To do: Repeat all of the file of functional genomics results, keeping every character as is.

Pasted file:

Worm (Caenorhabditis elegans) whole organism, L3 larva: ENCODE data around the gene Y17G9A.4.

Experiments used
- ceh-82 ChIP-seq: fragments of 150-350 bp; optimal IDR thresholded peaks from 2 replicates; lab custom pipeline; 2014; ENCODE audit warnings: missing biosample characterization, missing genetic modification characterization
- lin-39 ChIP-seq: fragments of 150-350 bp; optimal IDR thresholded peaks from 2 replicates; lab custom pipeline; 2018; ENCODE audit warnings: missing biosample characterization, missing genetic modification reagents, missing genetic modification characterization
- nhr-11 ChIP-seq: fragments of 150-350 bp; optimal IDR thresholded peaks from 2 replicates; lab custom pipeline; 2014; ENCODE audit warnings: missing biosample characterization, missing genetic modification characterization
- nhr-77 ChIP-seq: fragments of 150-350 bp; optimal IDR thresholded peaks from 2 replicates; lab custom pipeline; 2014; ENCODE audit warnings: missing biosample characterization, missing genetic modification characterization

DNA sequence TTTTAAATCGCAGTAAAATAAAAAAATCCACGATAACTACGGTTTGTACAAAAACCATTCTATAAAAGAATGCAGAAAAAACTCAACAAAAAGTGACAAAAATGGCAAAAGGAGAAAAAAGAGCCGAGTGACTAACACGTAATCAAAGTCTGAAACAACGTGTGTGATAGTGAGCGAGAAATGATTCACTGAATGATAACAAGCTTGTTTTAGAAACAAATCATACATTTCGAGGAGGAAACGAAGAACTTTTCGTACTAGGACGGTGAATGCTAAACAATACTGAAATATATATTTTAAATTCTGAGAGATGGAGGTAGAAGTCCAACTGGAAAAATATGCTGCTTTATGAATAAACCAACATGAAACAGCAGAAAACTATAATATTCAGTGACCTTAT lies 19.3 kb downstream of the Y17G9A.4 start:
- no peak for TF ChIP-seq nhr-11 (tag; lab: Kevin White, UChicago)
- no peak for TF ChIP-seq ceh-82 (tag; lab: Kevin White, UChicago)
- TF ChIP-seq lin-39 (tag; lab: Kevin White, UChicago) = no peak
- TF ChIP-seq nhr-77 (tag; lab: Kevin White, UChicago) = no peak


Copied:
Worm (Caenorhabditis elegans) whole organism, L3 larva: ENCODE data around the gene Y17G9A.4.

Experiments used
- ceh-82 ChIP-seq: fragments of 150-350 bp; optimal IDR thresholded peaks from 2 replicates; lab custom pipeline; 2014; ENCODE audit warnings: missing biosample characterization, missing genetic modification characterization
- lin-39 ChIP-seq: fragments of 150-350 bp; optimal IDR thresholded peaks from 2 replicates; lab custom pipeline; 2018; ENCODE audit warnings: missing biosample characterization, missing genetic modification reagents, missing genetic modification characterization
- nhr-11 ChIP-seq: fragments of 150-350 bp; optimal IDR thresholded peaks from 2 replicates; lab custom pipeline; 2014; ENCODE audit warnings: missing biosample characterization, missing genetic modification characterization
- nhr-77 ChIP-seq: fragments of 150-350 bp; optimal IDR thresholded peaks from 2 replicates; lab custom pipeline; 2014; ENCODE audit warnings: missing biosample characterization, missing genetic modification characterization

DNA sequence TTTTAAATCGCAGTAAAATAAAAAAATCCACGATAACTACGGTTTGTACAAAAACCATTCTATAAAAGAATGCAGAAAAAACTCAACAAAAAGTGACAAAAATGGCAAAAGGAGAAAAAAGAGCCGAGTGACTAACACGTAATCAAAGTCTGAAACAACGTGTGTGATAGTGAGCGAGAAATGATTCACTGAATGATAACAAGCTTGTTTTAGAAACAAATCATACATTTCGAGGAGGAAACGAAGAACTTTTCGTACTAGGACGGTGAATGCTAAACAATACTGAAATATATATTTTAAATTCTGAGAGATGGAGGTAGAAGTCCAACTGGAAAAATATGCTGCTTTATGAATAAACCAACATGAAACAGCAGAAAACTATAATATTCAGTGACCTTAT lies 19.3 kb downstream of the Y17G9A.4 start:
- no peak for TF ChIP-seq nhr-11 (tag; lab: Kevin White, UChicago)
- no peak for TF ChIP-seq ceh-82 (tag; lab: Kevin White, UChicago)
- TF ChIP-seq lin-39 (tag; lab: Kevin White, UChicago) = no peak
- TF ChIP-seq nhr-77 (tag; lab: Kevin White, UChicago) = no peak